A Closer Look: MARTAC T38 Unmanned Surface Vessel

One of the more interesting technologies that we saw at this year’s Xponential 2022 in Orlando, Florida, was at the Maritime Tactical Systems booth (MARTAC). The MARTAC T38 is a 38-foot autonomous boat that can cruise the waters at up to 80 knots, and make tight, high-velocity turns in the water.  We were fortunate to have a few minutes speaking with MARTAC CEO Bruce Hanson on a very busy show floor. He explained that MARTAC’s unmanned surface vessels (USVs) can be controlled from anywhere in the world through a choice of communications technology, whether it’s 4G, 5G, or other established standards.
      With their own stealth twist, MARTAC USVs can go into “gator mode” (decks awash), and lurk just beneath the surface to avoid detection. The 38-foot “Devil Ray” USV (pictured), one of the vehicles in the Devil Ray family of unmanned watercraft, is currently deployed in waters near Bahrain.  Hanson said MARTAC USVs have also been tested in swarms of up to 10 USVs, and are “adaptable and scalable” to much larger swarm deployments for applications such as fleet protection. He suggested that sophisticated sense and avoid capabilities are well along in development.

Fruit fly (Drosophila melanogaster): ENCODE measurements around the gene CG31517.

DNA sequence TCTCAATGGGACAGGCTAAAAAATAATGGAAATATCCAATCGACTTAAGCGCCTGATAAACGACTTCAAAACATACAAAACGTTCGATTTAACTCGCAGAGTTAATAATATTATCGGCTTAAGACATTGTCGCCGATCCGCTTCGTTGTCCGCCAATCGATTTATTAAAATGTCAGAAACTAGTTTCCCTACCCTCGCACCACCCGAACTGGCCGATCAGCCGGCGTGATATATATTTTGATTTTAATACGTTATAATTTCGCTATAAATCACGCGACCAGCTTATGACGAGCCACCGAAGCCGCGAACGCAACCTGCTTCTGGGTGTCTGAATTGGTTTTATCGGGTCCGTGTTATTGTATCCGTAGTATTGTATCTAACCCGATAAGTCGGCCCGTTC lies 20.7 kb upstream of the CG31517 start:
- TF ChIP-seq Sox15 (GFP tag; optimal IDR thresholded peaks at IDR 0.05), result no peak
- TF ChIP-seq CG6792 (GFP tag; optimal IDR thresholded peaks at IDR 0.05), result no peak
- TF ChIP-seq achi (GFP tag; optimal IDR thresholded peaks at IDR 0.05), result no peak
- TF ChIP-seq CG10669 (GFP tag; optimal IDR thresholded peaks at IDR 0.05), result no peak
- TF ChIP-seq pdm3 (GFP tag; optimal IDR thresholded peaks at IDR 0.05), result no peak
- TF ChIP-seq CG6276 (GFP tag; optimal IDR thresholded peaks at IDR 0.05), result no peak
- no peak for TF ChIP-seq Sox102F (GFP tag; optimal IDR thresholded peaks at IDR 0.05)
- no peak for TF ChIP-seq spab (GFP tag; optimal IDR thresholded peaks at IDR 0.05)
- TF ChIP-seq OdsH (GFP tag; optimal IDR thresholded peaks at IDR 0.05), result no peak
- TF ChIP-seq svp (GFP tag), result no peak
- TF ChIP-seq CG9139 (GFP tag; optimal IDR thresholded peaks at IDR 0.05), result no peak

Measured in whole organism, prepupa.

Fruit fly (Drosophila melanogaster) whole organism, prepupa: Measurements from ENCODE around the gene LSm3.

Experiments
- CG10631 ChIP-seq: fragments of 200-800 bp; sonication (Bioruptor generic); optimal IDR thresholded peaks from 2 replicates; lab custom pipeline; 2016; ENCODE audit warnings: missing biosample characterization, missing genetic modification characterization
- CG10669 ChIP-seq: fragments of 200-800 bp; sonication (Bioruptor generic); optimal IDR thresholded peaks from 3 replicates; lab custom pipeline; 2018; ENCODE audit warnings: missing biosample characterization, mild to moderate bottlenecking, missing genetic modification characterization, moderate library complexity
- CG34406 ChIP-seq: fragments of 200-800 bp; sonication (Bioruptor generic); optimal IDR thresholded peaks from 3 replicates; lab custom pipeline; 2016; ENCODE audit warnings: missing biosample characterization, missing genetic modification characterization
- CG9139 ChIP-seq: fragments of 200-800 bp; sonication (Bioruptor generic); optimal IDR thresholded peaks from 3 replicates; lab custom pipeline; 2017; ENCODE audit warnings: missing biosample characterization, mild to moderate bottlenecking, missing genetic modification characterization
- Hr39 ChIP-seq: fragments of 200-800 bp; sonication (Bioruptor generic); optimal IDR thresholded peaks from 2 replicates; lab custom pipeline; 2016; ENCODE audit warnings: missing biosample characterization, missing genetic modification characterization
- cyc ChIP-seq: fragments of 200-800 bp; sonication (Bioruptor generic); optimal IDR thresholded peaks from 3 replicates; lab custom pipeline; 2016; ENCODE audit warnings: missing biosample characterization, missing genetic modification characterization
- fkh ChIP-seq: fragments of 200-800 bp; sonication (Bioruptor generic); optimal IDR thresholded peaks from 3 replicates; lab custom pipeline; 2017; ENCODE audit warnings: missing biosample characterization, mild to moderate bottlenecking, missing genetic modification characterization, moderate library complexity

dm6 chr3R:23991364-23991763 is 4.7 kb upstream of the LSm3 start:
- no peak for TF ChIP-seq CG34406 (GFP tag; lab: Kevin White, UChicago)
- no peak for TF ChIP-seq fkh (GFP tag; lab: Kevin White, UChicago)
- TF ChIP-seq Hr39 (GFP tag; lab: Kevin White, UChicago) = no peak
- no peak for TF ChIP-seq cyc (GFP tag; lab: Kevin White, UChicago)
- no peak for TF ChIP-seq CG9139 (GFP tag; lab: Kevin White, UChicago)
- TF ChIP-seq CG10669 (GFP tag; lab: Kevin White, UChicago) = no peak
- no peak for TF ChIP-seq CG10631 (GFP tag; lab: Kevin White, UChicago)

Key features
-Flexible size configurations can range from 6 feet (2m) to 60 feet (18.28m)
-Electric propulsion MANTAS or diesel/electric for the larger Devil Ray
-Independent twin screw systems
-Fuel cells for extended endurance and persistence for open ocean operation
-Next generation ultra-safe Low-Lithium batteries for C5ISR and vessel operations
-High-speed surface operations include “burst speed” capability, with greater than 6G tight turns
-Extended ranges at cruise speeds
-High-precision loitering and station-keeping for persistence in open ocean and littoral waterways
-Fully autonomous, semi-autonomous and full operator control modes
-Sensor and communications agnostic
-Suitable for unaided air drop operations (MANTAS)

Photos by Jim O’Brien and courtesy of Martac Systems. For more details on the system, please visit the MARTAC website. This story was originally posted on Kerrwil Media’s Robotics-World, where additional breaking robotics news is constantly updated—check out Robotics-World.com!